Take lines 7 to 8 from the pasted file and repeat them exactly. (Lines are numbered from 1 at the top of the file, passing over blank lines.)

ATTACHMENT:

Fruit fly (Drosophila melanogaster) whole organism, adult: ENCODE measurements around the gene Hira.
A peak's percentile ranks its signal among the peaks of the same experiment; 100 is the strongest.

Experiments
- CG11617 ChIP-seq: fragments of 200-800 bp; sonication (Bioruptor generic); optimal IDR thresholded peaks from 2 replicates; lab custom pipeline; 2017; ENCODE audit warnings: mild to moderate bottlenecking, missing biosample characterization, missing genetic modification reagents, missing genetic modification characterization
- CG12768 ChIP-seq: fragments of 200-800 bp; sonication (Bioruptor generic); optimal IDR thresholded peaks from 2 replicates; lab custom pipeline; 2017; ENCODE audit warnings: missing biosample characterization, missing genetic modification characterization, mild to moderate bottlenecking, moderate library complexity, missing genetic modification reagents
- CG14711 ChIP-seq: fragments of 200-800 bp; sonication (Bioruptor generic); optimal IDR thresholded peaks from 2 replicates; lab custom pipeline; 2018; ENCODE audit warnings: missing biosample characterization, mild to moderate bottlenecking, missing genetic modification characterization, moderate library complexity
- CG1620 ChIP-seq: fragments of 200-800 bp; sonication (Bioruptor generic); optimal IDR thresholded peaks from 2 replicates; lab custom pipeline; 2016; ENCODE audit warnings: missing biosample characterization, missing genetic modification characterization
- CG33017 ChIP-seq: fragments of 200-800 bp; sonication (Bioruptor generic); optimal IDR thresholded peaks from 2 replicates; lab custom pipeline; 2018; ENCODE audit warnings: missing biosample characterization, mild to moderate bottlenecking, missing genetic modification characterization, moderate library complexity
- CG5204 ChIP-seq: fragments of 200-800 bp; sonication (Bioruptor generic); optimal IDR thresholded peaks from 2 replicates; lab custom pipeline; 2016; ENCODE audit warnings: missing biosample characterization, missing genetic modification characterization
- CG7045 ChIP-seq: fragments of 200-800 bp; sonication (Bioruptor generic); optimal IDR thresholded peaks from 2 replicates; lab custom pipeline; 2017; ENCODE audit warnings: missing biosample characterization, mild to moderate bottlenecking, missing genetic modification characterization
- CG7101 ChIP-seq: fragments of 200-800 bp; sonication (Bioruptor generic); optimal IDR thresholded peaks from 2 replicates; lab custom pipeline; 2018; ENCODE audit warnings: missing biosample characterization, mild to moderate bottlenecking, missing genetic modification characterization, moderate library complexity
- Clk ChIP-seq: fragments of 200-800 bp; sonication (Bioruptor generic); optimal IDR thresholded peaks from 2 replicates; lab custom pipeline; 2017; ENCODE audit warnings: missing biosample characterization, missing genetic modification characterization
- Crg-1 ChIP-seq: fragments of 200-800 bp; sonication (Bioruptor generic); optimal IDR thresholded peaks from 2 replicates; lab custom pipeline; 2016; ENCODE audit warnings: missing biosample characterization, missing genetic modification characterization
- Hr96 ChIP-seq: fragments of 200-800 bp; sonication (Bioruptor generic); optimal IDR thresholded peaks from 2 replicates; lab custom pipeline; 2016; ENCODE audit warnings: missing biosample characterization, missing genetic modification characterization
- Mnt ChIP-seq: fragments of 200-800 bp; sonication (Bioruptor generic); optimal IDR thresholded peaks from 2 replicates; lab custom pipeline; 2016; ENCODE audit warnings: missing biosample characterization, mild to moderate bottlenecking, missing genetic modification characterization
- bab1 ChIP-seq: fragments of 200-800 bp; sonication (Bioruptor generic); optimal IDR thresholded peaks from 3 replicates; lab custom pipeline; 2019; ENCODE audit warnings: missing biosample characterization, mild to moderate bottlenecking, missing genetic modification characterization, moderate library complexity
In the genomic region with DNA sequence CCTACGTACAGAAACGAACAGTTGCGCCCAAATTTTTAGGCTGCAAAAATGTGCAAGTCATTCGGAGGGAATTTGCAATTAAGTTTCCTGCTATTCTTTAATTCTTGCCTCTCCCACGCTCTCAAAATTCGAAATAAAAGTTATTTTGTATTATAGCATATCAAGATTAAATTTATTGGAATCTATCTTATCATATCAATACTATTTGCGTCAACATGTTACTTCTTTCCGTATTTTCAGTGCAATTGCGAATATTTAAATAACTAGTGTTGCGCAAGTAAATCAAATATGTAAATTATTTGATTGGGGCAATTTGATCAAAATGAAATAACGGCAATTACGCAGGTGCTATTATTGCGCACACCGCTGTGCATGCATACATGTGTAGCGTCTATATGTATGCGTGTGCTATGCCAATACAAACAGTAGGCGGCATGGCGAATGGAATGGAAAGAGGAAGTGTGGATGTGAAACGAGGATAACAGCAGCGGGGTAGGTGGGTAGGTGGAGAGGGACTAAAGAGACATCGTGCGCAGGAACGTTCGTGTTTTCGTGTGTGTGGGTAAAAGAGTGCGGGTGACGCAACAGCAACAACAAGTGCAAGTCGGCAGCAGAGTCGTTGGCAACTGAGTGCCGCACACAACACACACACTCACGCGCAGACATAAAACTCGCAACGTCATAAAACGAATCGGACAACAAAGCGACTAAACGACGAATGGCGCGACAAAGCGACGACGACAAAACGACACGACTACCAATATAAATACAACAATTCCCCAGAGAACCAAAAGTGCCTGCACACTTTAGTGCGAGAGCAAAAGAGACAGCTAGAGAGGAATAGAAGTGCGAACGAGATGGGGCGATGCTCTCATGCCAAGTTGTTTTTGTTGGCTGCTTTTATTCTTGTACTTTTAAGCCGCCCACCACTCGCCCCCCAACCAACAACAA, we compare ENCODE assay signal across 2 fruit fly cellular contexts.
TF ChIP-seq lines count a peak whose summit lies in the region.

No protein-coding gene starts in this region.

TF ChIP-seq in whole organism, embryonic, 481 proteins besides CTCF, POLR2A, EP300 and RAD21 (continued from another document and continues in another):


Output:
- CG1620 ChIP-seq: fragments of 200-800 bp; sonication (Bioruptor generic); optimal IDR thresholded peaks from 2 replicates; lab custom pipeline; 2016; ENCODE audit warnings: missing biosample characterization, missing genetic modification characterization
- CG33017 ChIP-seq: fragments of 200-800 bp; sonication (Bioruptor generic); optimal IDR thresholded peaks from 2 replicates; lab custom pipeline; 2018; ENCODE audit warnings: missing biosample characterization, mild to moderate bottlenecking, missing genetic modification characterization, moderate library complexity